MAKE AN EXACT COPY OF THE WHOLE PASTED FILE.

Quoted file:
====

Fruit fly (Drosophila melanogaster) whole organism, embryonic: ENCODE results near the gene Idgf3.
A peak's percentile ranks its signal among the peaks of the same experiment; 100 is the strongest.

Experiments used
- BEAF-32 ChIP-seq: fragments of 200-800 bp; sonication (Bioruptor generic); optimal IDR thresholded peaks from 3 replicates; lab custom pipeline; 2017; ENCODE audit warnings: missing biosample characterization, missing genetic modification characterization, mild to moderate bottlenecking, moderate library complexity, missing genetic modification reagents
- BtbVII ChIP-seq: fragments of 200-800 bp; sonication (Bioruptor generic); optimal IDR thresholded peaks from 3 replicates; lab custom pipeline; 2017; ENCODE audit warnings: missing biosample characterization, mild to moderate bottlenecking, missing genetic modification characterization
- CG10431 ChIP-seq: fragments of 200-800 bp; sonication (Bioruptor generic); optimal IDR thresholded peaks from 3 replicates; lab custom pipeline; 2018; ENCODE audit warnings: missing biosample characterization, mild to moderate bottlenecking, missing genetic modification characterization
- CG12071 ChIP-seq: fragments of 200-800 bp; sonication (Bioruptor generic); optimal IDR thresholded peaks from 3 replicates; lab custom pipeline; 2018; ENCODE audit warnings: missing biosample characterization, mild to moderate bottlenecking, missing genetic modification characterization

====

Fruit fly (Drosophila melanogaster) whole organism, embryonic: ENCODE results near the gene Idgf3.
A peak's percentile ranks its signal among the peaks of the same experiment; 100 is the strongest.

Experiments used
- BEAF-32 ChIP-seq: fragments of 200-800 bp; sonication (Bioruptor generic); optimal IDR thresholded peaks from 3 replicates; lab custom pipeline; 2017; ENCODE audit warnings: missing biosample characterization, missing genetic modification characterization, mild to moderate bottlenecking, moderate library complexity, missing genetic modification reagents
- BtbVII ChIP-seq: fragments of 200-800 bp; sonication (Bioruptor generic); optimal IDR thresholded peaks from 3 replicates; lab custom pipeline; 2017; ENCODE audit warnings: missing biosample characterization, mild to moderate bottlenecking, missing genetic modification characterization
- CG10431 ChIP-seq: fragments of 200-800 bp; sonication (Bioruptor generic); optimal IDR thresholded peaks from 3 replicates; lab custom pipeline; 2018; ENCODE audit warnings: missing biosample characterization, mild to moderate bottlenecking, missing genetic modification characterization
- CG12071 ChIP-seq: fragments of 200-800 bp; sonication (Bioruptor generic); optimal IDR thresholded peaks from 3 replicates; lab custom pipeline; 2018; ENCODE audit warnings: missing biosample characterization, mild to moderate bottlenecking, missing genetic modification characterization